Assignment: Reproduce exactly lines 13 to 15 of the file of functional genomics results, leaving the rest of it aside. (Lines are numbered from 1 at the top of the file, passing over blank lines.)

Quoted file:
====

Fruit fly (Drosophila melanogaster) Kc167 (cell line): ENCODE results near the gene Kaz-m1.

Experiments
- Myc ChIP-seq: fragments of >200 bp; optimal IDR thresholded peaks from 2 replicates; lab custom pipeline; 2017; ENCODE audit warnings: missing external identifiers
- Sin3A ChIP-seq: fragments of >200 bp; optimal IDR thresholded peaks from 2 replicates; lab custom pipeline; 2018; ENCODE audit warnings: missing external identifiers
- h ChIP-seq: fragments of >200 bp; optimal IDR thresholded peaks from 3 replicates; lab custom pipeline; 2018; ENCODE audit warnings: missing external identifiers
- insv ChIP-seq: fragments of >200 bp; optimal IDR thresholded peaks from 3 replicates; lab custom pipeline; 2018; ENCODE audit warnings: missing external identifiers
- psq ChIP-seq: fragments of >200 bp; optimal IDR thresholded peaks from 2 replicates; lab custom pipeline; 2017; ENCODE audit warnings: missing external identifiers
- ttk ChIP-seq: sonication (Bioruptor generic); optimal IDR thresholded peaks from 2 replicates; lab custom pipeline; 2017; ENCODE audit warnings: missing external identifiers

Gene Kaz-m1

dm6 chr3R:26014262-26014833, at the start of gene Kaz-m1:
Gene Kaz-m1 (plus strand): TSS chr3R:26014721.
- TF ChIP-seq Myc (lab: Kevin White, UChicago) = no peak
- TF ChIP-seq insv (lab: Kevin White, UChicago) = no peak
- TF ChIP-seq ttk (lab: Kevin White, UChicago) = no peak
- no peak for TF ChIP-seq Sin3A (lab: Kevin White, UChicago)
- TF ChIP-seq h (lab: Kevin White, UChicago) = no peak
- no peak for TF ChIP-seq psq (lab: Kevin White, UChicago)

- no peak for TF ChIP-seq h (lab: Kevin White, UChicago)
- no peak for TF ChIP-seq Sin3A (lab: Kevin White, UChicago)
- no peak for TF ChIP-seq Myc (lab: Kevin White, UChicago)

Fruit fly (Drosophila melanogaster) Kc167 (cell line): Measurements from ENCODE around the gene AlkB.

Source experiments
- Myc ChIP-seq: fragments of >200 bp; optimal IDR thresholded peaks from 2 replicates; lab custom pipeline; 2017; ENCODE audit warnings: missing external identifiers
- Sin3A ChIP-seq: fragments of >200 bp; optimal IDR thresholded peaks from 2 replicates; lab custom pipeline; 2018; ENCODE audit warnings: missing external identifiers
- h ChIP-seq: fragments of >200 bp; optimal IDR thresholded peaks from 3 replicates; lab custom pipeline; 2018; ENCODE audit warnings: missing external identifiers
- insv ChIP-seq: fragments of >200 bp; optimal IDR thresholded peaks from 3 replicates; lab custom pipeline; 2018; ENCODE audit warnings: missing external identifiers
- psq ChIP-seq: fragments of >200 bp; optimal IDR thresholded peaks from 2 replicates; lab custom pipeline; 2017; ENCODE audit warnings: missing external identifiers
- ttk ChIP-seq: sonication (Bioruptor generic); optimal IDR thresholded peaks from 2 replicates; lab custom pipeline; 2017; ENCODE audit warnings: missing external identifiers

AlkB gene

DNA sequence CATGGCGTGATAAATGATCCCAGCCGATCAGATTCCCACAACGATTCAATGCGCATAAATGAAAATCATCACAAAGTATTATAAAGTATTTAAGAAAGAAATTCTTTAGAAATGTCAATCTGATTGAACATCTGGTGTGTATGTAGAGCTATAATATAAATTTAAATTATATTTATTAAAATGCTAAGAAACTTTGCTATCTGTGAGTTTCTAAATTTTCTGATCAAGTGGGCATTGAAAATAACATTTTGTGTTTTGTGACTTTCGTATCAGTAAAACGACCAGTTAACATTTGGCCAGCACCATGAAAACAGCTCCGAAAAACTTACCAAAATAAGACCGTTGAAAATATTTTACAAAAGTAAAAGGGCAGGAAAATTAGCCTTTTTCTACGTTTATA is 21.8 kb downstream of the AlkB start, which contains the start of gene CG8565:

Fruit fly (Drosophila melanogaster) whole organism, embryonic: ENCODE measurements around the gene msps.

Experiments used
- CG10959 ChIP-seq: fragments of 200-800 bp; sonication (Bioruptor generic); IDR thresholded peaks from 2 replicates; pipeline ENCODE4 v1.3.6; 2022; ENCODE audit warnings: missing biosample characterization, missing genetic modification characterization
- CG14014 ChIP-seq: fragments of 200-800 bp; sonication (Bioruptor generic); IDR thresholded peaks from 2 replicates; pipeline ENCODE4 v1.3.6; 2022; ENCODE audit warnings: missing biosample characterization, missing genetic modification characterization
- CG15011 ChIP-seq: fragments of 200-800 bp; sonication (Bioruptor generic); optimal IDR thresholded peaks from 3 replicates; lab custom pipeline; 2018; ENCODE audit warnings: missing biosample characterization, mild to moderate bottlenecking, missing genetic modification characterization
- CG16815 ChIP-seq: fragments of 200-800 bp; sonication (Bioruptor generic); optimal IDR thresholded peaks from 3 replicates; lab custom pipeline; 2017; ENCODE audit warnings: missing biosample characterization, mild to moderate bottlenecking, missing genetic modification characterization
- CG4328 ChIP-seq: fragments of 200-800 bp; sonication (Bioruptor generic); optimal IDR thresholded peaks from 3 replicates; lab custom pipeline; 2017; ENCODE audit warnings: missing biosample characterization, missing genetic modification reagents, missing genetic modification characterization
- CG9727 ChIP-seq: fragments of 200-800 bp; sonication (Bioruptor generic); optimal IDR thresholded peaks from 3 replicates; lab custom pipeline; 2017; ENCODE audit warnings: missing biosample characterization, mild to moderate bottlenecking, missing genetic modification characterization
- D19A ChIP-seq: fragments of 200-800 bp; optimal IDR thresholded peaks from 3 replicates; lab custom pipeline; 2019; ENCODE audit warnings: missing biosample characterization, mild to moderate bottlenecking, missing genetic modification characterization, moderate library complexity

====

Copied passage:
- TF ChIP-seq insv (lab: Kevin White, UChicago) = no peak
- TF ChIP-seq ttk (lab: Kevin White, UChicago) = no peak
- no peak for TF ChIP-seq Sin3A (lab: Kevin White, UChicago)